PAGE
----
SINGAPORE: A 97-year-old woman linked to the COVID-19 cluster at Lee Ah Mooi Old Age Home and a 73-year-old man from the cluster at Mustafa Centre have died, taking Singapore's total coronavirus deaths to 20.
The elderly patients, both Singaporeans, died from complications due to COVID-19 and had a history of other medical conditions, said the Ministry of Health said on Wednesday (May 6).
The man, Case 1528, was warded at Singapore General Hospital after he was diagnosed with the disease on Apr 7. He was linked to the cluster at Mustafa Centre shopping mall.
The man died on Wednesday, the health ministry said, adding that he had a history of hypertension, hyperlipidaemia and diabetes mellitus.
The cluster at Mustafa Centre has been linked to a construction site and several foreign worker dormitories, including the S11 @ Punggol dormitory - Singapore's largest COVID-19 cluster with more than 2,500 cases.
As of May 3, a total of 124 COVID-19 cases have been linked to the shopping mall.
More than a month after it closed, the mall reopened its supermarket on Wednesday after receiving approval from authorities.
The 97-year-old, Case 1414, died on Tuesday night, MOH said in its release. She had a history of hypertension.
The woman is linked to the cluster at the Lee Ah Mooi Old Age Home, where there have been 16 COVID-19 cases.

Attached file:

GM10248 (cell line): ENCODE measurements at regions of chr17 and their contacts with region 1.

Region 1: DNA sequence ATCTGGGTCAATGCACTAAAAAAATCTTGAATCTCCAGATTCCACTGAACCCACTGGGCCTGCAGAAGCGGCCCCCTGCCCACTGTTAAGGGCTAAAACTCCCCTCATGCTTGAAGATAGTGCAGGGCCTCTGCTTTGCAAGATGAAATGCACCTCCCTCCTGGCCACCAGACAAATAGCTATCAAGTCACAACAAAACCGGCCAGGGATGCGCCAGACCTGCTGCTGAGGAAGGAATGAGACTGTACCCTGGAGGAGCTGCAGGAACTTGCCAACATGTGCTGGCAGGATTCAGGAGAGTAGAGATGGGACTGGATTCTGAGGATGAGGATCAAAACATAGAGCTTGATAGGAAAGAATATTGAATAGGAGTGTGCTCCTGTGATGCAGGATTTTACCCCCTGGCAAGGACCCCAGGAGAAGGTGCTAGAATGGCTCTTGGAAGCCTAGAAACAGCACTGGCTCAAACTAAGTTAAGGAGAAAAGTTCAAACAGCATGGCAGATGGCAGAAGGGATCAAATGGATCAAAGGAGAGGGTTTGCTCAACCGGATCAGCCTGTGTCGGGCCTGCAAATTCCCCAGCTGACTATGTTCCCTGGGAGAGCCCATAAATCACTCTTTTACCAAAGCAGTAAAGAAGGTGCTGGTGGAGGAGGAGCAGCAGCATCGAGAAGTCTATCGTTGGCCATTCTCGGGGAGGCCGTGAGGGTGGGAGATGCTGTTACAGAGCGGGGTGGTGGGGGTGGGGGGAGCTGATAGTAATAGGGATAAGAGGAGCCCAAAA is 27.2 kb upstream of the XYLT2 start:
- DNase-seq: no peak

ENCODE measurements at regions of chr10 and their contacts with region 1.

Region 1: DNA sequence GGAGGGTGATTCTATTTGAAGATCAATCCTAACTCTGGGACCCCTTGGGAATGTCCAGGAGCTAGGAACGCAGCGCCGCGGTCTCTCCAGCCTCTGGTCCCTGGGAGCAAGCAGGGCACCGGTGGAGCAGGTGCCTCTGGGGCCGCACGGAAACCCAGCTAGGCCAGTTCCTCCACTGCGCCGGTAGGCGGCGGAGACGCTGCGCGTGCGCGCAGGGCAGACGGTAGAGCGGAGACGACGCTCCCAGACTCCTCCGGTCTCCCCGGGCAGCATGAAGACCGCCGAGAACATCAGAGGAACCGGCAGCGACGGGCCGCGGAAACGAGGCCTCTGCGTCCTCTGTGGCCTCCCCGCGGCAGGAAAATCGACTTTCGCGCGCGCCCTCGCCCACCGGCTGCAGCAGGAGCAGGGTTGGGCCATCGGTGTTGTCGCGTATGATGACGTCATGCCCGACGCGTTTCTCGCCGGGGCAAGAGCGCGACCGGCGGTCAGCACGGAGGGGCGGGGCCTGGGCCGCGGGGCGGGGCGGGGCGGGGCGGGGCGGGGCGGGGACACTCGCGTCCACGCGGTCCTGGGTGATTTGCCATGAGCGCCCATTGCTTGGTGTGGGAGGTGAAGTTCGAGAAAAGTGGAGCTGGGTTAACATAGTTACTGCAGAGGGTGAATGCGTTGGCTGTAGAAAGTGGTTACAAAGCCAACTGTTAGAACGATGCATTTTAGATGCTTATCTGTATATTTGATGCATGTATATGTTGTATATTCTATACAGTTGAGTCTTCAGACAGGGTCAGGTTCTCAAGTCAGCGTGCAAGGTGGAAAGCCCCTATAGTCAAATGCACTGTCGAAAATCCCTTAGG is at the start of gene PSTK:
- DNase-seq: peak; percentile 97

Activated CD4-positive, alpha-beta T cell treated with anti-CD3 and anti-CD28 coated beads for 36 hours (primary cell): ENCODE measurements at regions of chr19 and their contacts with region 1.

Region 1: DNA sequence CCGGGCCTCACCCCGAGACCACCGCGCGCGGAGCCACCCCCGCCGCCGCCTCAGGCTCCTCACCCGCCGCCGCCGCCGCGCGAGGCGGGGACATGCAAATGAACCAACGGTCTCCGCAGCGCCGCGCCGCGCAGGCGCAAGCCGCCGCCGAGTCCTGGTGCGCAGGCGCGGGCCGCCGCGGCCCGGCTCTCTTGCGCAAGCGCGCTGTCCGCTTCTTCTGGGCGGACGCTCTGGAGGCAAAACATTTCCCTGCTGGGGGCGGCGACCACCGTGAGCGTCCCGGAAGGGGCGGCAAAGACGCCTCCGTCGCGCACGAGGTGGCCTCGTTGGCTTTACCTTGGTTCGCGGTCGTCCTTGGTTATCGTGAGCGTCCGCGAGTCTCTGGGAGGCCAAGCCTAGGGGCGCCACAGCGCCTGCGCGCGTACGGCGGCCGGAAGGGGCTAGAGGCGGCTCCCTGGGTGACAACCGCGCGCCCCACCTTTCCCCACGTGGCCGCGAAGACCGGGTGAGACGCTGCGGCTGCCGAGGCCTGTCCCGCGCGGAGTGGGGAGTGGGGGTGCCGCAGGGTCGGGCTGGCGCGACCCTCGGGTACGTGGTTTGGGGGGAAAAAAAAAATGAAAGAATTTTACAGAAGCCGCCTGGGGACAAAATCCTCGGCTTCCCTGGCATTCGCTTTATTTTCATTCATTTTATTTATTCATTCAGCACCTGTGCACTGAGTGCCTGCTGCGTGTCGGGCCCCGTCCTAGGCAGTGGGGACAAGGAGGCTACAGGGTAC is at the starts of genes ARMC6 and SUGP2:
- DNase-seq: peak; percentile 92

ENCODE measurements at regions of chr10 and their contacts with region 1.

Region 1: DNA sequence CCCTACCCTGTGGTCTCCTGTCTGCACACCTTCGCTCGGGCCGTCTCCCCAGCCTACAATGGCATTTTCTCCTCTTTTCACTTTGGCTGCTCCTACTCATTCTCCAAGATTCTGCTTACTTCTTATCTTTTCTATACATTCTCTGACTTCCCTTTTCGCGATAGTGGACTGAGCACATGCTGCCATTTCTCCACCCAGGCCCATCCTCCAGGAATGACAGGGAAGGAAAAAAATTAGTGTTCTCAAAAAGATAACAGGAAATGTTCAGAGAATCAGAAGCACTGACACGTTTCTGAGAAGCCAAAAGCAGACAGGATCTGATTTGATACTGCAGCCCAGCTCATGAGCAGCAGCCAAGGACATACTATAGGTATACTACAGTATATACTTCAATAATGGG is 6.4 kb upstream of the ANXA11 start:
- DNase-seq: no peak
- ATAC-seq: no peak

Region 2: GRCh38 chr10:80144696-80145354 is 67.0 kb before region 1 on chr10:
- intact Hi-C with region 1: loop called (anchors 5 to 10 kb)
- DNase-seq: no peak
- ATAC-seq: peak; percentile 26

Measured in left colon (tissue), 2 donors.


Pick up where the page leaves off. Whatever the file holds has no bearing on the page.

She was admitted to Tan Tock Seng Hospital on Apr 7 and was confirmed to have COVID-19 on the same day.
In a Facebook post on Thursday, Lee Ah Mooi Old Age Home said that it is working with the National Centre for Infectious Diseases (NCID) to provide support to the woman's family.
It also said that staff members have been tested for COVID-19, with the latest tests on May 4 returning negative.
Staff members will be staying at designated hotels near both Lee Ah Mooi Old Age Home branches.
"We have also given Grab and Foodpanda accounts to provide dedicated transport, meals, and necessities for them too," the home wrote.
"This is to ensure that the staff do not need to leave the designated hotels and minimise the chances of them contracting the virus through community exposure and bringing it into the homes."
The first case linked to the Lee Ah Mooi cluster was announced on Mar 31, when an 86-year-old woman living at the home in Thomson Lane tested positive for the coronavirus.
The next day, it became a cluster of 11 cases, including a 102-year-old woman who was a resident at the home.
Following the cluster at Lee Ah Mooi home, visitors were not allowed in nursing homes, and infection control measures were put in place.